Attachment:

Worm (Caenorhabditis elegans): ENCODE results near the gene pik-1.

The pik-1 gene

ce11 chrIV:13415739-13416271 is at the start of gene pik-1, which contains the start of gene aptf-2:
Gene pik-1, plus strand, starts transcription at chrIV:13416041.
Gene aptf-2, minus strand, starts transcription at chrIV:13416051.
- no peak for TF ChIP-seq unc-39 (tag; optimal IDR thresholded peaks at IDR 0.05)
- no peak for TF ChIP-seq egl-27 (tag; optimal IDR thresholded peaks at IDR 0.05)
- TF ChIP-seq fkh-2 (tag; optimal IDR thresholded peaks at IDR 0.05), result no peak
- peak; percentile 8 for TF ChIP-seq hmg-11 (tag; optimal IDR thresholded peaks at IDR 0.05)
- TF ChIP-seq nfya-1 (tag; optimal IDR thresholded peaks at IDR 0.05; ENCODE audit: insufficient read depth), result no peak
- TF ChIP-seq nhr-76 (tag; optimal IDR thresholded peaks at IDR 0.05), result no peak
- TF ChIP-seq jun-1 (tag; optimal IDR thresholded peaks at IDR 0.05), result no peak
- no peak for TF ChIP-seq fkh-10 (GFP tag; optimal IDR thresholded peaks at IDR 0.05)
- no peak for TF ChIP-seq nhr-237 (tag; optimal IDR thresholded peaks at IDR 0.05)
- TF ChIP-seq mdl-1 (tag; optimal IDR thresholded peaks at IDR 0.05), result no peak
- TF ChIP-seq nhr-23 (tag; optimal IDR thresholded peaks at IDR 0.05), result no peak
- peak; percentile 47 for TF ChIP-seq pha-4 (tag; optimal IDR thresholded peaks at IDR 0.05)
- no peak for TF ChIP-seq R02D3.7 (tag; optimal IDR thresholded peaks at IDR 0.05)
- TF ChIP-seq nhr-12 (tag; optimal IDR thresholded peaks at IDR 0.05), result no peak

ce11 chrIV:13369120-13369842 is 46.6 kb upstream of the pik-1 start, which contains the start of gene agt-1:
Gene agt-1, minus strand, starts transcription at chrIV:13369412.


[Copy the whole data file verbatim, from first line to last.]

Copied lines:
Worm (Caenorhabditis elegans): ENCODE results near the gene pik-1.

The pik-1 gene

ce11 chrIV:13415739-13416271 is at the start of gene pik-1, which contains the start of gene aptf-2:
Gene pik-1, plus strand, starts transcription at chrIV:13416041.
Gene aptf-2, minus strand, starts transcription at chrIV:13416051.
- no peak for TF ChIP-seq unc-39 (tag; optimal IDR thresholded peaks at IDR 0.05)
- no peak for TF ChIP-seq egl-27 (tag; optimal IDR thresholded peaks at IDR 0.05)
- TF ChIP-seq fkh-2 (tag; optimal IDR thresholded peaks at IDR 0.05), result no peak
- peak; percentile 8 for TF ChIP-seq hmg-11 (tag; optimal IDR thresholded peaks at IDR 0.05)
- TF ChIP-seq nfya-1 (tag; optimal IDR thresholded peaks at IDR 0.05; ENCODE audit: insufficient read depth), result no peak
- TF ChIP-seq nhr-76 (tag; optimal IDR thresholded peaks at IDR 0.05), result no peak
- TF ChIP-seq jun-1 (tag; optimal IDR thresholded peaks at IDR 0.05), result no peak
- no peak for TF ChIP-seq fkh-10 (GFP tag; optimal IDR thresholded peaks at IDR 0.05)
- no peak for TF ChIP-seq nhr-237 (tag; optimal IDR thresholded peaks at IDR 0.05)
- TF ChIP-seq mdl-1 (tag; optimal IDR thresholded peaks at IDR 0.05), result no peak
- TF ChIP-seq nhr-23 (tag; optimal IDR thresholded peaks at IDR 0.05), result no peak
- peak; percentile 47 for TF ChIP-seq pha-4 (tag; optimal IDR thresholded peaks at IDR 0.05)
- no peak for TF ChIP-seq R02D3.7 (tag; optimal IDR thresholded peaks at IDR 0.05)
- TF ChIP-seq nhr-12 (tag; optimal IDR thresholded peaks at IDR 0.05), result no peak

ce11 chrIV:13369120-13369842 is 46.6 kb upstream of the pik-1 start, which contains the start of gene agt-1:
Gene agt-1, minus strand, starts transcription at chrIV:13369412.